As any architect knows, although it is vitally important, contract administration (CA) is rarely the fun part of any project and is often greeted with similar levels of enthusiasm as when one is called up for jury duty. In our experience, there are two reasons why architects dread the many chores associated with CA. First off, no architect goes into the profession because they love paperwork – the thrills are in the creative design process, and that’s why most architects went into the profession in the first place. Secondly, problems in CA, no matter how trivial, can lead to conflict with contractors and project owners, possibly even resulting in lengthy and time consuming litigation.
Experienced architects also know that managing contract administration well is what keeps projects on track, and what supports the continuity, quality, and intent of their original design. When the architect serves as contract administrator, they can also better manage and limit risks by facilitating communications and maintaining clear project records. The architect is also in the best position to identify and correct problems in construction as they occur, and can quickly deal with them to minimize any negative impact on the construction.
As you evolve any business, finding brilliant new tech solutions to help manage workflow is going to be a big part of how you grow. However, no matter how much you know it is going to revolutionize how your team works, it is absolutely normal that you are going to face resistance when it comes to buy-in from your team. And, if you’re looking to onboard external project stakeholders to that particular tech, you may face further resistance there too. In this blog, I’ll outline ways to smooth the buy-in process in order to help transitions to new solutions, and ensure better outcomes.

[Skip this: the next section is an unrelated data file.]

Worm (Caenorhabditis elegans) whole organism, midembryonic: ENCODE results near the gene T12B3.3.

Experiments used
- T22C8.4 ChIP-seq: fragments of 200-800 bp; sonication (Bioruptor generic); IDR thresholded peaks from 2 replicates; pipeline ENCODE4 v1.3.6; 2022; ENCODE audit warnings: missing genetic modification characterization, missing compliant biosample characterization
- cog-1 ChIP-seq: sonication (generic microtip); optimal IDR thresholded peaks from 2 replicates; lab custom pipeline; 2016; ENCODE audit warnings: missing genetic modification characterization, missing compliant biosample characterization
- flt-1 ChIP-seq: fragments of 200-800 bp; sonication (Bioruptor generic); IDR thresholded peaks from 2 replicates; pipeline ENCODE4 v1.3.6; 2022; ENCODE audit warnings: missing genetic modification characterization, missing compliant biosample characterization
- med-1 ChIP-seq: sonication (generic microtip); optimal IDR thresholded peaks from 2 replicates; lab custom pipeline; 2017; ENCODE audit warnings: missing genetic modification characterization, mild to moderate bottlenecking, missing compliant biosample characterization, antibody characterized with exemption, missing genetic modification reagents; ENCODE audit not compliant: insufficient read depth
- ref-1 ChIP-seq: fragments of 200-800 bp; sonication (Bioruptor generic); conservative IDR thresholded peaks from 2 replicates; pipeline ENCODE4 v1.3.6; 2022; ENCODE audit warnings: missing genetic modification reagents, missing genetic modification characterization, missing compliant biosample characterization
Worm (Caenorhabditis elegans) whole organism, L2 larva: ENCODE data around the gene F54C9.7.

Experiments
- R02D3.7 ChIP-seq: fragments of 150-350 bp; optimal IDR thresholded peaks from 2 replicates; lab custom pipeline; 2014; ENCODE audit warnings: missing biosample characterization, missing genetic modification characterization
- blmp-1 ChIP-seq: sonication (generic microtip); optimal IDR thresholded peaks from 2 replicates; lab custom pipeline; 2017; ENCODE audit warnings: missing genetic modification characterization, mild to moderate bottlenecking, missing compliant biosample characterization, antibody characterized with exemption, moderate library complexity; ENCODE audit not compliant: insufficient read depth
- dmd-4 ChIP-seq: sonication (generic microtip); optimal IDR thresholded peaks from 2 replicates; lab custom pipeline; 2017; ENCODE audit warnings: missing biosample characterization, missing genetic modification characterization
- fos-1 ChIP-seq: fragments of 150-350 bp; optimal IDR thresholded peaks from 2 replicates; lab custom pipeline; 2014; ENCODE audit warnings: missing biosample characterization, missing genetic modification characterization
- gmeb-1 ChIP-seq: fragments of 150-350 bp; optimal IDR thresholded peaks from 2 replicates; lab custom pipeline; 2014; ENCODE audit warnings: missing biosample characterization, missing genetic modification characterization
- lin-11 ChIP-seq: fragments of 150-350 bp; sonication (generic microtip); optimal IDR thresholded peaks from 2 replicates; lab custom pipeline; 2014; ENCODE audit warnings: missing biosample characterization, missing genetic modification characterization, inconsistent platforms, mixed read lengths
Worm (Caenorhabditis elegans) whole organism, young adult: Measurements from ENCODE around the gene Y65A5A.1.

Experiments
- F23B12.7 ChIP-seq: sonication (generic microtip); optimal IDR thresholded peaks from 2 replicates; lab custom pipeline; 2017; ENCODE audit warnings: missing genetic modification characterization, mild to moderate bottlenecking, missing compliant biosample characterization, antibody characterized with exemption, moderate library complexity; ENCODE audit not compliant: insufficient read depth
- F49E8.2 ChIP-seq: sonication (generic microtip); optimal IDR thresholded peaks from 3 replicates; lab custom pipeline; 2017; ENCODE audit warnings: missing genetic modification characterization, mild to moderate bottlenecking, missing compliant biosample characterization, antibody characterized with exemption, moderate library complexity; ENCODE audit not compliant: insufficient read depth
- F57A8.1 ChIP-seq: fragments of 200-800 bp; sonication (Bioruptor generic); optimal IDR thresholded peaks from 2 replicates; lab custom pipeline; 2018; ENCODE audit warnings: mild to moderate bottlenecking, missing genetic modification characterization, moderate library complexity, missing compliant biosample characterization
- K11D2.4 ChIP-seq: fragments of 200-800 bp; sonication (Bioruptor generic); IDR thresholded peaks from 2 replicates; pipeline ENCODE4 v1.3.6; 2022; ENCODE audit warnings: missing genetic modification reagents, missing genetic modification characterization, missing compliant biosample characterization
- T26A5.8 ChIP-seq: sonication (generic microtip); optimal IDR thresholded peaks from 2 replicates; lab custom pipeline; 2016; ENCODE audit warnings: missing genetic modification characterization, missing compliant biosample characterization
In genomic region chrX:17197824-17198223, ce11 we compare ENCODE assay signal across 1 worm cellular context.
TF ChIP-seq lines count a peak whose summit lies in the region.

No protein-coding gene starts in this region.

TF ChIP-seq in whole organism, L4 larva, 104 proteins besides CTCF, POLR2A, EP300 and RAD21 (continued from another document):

Recognize the opposition
There are plenty of reasons why people resist new tech solutions. Not everyone feels that confident with computers, and no doubt there will be some people in the office who are perfectly fine doing things the old way. Often fear of change is based on anxiety about being able to keep up with changes, and it doesn’t take much to reduce that level of fear. A simple acknowledgement that this will require effort in the short term, and that you’re going to ensure that everyone has the support they need to learn it at their own pace, will do the job.
You are designing a new condominium building, and you’re not a landscape architect, however the development company your client has requested that the the landscaping for the building be included in the construction contract. You are behind schedule, the tender deadline is nearing, and there is no time to hire a landscape architect. What do you do? Postpone the tender? This is a case where a Cash Allowance may come to your rescue. Read More…
The renovation of a heritage building started with preparations to demolish some walls to accommodate a new room layout. Unfortunately, during the preparations the general contractor discovered that the building structure had deteriorated to the point where there would be serious structural problems if the walls were removed.
This discovery would result in additional construction costs, and delay the project completion date. The architect with the consultant team drafted a Proposed Change Order. The general contractor provided a very expensive quote for the work of the change, and a notice in writing of a delay claim. The owner responded that he could not accept any change in the schedule and that the proposed change order quote was crazy and bordered on extortion!
What would you do, if you had a dispute that looked like it could not be resolved? There are 2 possible strategies that you could use. Read More…